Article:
Just as the Fourth Circuit Court of Appeals upheld Maryland’s “assault weapons” ban in 2017, the Seventh Circuit Court of Appeals has now upheld Chicago’s prohibition on certain scary-looking black rifles.
This is just the latest example of a lower court thumbing its nose at the Supreme Court’s Heller decision which specifically protects firearms in “common use.” The AR-15 is, of course, the most popular rifle in America with estimates of civilian owned AR platform ranging from about 15 million upwards. And that doesn’t include other covered guns such as AK’s and more.
Here’s the AP’s story . . .
By Michael Tarm
A U.S. appeals court Thursday upheld an assault weapons ban that covers Chicago and the rest of Cook County, Illinois, saying guns rights advocates provided no compelling reason why it should diverge from a previous ruling upholding a similar ban in a Chicago suburb.
The 7th U.S. Circuit Court of Appeals rejected arguments from gun rights lawyers that the ban passed by the Cook County Board of Commissioners should be assessed differently than the ban in the suburb of Highland Park because crime is worse in Cook County, where residents might conclude they required more firepower to defend themselves.
The same Chicago-based court ruled in 2015 that Highland Park’s assault weapons ordinance didn’t run afoul of the Second Amendment right to bear arms, including because its residents could still obtain handguns and other types of firearms for their self-defense.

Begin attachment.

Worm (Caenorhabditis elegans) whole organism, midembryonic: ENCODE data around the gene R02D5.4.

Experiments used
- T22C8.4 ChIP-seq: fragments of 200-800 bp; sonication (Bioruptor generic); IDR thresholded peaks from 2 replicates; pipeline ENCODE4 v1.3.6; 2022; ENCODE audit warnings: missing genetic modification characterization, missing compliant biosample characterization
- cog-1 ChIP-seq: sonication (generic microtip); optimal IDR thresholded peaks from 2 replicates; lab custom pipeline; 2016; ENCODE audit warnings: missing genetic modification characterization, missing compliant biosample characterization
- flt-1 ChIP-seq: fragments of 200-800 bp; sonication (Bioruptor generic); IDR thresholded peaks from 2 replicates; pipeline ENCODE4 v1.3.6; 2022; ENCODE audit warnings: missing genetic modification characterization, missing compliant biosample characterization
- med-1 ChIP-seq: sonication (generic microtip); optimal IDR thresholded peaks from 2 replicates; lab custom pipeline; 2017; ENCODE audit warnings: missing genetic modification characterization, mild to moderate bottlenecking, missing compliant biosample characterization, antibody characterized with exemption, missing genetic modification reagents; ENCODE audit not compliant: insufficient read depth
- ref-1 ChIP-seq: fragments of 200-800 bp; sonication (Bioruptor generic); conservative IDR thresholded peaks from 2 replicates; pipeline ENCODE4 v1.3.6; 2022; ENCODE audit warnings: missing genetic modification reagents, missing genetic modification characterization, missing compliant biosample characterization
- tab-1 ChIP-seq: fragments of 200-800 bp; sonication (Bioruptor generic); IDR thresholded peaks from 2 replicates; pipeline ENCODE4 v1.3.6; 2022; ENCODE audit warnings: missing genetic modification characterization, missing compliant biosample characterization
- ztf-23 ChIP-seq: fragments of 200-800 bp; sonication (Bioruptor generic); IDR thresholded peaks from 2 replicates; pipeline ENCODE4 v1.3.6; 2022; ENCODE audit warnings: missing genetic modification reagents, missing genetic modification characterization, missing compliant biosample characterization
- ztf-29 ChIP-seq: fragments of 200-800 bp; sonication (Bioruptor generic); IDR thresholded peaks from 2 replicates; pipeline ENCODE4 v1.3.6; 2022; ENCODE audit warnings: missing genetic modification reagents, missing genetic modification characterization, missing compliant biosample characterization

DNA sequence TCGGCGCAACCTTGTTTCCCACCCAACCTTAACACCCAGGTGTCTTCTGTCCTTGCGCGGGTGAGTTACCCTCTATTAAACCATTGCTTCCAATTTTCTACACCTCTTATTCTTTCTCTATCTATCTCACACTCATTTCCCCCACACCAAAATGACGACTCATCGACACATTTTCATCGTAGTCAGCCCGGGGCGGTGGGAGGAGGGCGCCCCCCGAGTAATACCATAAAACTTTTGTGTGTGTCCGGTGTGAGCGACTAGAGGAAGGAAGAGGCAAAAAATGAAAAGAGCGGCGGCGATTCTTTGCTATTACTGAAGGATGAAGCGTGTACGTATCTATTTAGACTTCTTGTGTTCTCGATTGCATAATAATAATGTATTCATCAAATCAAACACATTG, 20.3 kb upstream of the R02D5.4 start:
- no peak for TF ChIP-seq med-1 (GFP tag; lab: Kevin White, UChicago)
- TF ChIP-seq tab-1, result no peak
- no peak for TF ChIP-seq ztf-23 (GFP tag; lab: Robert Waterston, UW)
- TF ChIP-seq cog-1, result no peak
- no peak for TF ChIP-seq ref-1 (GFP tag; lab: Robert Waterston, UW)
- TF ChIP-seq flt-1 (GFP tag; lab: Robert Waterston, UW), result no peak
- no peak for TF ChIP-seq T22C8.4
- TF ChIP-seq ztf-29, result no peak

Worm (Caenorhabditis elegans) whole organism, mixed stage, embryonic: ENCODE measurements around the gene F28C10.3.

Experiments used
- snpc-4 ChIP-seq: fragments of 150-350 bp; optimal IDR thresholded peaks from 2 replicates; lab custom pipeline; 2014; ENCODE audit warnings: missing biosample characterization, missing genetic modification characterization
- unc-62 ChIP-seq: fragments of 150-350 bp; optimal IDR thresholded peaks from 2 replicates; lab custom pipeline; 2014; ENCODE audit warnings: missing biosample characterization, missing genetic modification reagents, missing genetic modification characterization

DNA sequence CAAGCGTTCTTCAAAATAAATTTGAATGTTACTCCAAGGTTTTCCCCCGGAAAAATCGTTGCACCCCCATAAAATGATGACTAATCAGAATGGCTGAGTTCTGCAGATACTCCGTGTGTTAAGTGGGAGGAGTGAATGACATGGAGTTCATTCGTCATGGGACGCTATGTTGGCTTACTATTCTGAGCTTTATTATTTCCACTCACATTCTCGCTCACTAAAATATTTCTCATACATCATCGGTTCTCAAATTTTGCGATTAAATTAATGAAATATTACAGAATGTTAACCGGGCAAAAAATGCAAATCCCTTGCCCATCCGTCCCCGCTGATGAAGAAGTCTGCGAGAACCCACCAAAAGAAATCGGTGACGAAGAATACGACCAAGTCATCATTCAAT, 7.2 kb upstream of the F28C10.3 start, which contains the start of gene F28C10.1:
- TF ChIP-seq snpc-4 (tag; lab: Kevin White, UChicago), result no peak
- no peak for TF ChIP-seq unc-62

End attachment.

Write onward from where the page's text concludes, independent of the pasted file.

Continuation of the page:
Thursday’s unanimous, 17-page decision describes the Highland Park ruling as guiding precedent for states within the 7th Circuit that includes the states of Illinois, Wisconsin and Indiana, saying, “We have stated repeatedly, and recently, that, absent a compelling reason, we will not overturn circuit precedent.”
The 2-1 decision in the Highland Park case four years ago found municipalities ought to have leeway in deciding how to regulate firearms.
“If a ban on semi-automatic guns and large-capacity magazines reduces the perceived risk from a mass shooting, and makes the public feel safer as a result, that’s a substantial benefit,” the 12-page majority opinion said.
The dissenting 7th Circuit judge in the Highland Park case, Daniel Manion, said there were no grounds for prohibiting an entire class of guns.
“The right to self-defense is largely meaningless if it does not include the right to choose the most effective means of defending oneself,” he wrote.
The U.S. Supreme Court later declined to hear the Highland Park case, effectively letting the 7th Circuit ruling stand. Justice Clarence Thomas, joined by then-Justice Antonin Scalia, said the 7th Circuit ruling “flouts two of our Second Amendment precedents.”
The nation’s highest court had repeatedly turned away challenges to gun restrictions since two landmark decisions that spelled out the right to a handgun to defend one’s own home.
But the director of the Illinois State Rifle Association, whose lawyers represented two residents who sued Cook County, said its attorneys will likely ask the Supreme Court to reverse Thursday’s 7th Circuit ruling. Richard Pearson said the nation’s high court now leans more conservative following appointments by President Donald Trump and so chances are better it’ll hear an appeal.
All three judges on the 7th Circuit panel signed on to Thursday’s ruling. It included one judge appointed by Trump, Amy St. Eve, and one named to the bench by Ronald Reagan, Kenneth Ripple. The third judge, David Hamilton, was a Bill Clinton appointee.